Morin [4] pointed out that the characteristics of work are fundamental to establish the meaning of work so that, for a job to be meaningful to the worker, it is important that the person does something that is useful and has some purpose for him or for someone else—a job that contributes to others and to the society. Therefore, people are looking for a job that enables them to realize themselves as human beings and feel necessary and participative in a collective and social work. Additionally, the characteristics of the relationships performed in the job and inside the organization are important to establish the meaning at work. These two concepts are strictly related to the forms of work organization, and they are so relevant to make a real and effective diagnostic of QWL [5, 6, 4042].

We realize that such administrative and bureaucratic functions are not appreciated by most of the professors, possibly because of the lack of recognition and meaning, and the physical and emotional exhaustion that these activities trigger. A meaningful and interesting work activity mobilizes workers not only to develop and to exercise their individual professional capacities but also to experience an accomplishment resulting from external factors of their work practice, as recognition of the working groups [59].

Finally, we present the third and last subcategory that make up the last “foot” of what we call the tripod of the precarization of university teaching work. The subcategory inadequate working conditions describes how the professors evaluated their current working conditions, considering the management system that regulates their work activities, physical infrastructure, and other resources made available by the institution for the accomplishment of university teaching work.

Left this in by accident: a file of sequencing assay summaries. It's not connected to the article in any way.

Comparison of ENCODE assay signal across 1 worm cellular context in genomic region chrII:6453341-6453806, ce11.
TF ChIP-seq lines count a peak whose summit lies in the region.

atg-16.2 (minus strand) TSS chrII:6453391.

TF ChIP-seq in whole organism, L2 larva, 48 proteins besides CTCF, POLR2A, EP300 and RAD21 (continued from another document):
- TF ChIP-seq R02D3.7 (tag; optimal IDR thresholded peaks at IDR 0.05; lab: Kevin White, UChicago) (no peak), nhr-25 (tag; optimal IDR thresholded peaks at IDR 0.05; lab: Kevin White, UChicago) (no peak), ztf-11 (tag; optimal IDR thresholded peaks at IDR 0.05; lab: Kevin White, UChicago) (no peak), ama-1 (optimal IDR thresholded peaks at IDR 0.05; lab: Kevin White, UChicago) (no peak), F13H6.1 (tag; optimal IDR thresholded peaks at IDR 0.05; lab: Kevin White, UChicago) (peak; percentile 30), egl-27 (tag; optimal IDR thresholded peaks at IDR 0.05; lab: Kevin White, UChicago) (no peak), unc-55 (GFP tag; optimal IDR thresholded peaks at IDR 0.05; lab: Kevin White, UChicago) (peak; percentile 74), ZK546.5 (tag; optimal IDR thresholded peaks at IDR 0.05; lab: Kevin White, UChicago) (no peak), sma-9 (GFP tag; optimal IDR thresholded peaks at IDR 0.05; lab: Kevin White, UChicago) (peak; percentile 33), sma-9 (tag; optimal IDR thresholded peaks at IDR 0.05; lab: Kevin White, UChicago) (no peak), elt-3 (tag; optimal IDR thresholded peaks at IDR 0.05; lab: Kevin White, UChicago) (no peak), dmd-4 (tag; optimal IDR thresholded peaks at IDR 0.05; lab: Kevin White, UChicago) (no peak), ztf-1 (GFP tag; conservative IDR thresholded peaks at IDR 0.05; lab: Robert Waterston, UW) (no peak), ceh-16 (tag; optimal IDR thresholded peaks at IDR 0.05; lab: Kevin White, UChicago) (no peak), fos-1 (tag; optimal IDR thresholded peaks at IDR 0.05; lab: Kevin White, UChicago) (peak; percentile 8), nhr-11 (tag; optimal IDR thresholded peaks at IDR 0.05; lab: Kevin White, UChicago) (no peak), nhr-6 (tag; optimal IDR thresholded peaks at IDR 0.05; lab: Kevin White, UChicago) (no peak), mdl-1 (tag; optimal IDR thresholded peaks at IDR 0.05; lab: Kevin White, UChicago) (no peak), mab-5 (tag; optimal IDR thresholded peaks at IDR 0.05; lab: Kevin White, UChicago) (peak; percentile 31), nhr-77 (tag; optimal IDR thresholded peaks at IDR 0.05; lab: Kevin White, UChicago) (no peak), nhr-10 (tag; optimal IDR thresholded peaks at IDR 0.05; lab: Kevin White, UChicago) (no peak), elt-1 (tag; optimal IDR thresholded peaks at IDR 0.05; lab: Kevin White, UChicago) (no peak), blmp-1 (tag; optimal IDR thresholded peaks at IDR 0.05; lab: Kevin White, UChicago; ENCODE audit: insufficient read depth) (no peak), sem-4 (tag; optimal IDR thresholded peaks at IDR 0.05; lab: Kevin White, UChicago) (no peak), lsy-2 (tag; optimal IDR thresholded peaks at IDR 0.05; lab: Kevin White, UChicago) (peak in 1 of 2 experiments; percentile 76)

Most of the participants reported a series of complaints about the lack of organizational support or university structure to the development of their work. According to the participants, lack of appropriate structure may affect the quality of their work and represents also an impact on their physical or psychological health, as mentioned by Professors 73 and 36:

“My quality of working life is affected by the lack of infrastructure. There is not enough offices to accommodate everybody, so I’ve been “provisionally” housed for almost 2 years in a lab. My work desk is very old and small. The chair, though new, is uncomfortable, causing back pain at the end of the day.” (Professor 73/University A)

“We work on an ugly campus. Old and ugly buildings, temporary rooms. There is no good space for scientific, artistic, or personal discussions.” (Professor 36/University A)

The lack of financial, technical, or organizational support has negative influence too, such as the lack of financial resources to build the buildings for the studied universities. This indicates how much organizational support appears to be necessary to retain such professionals in the universities and to promote better QWL for them. It is because the precarization of teaching work experienced in the daily life of university professors causes impacts on their perceptions of QWL and in the desire of preserving their careers in public universities [7].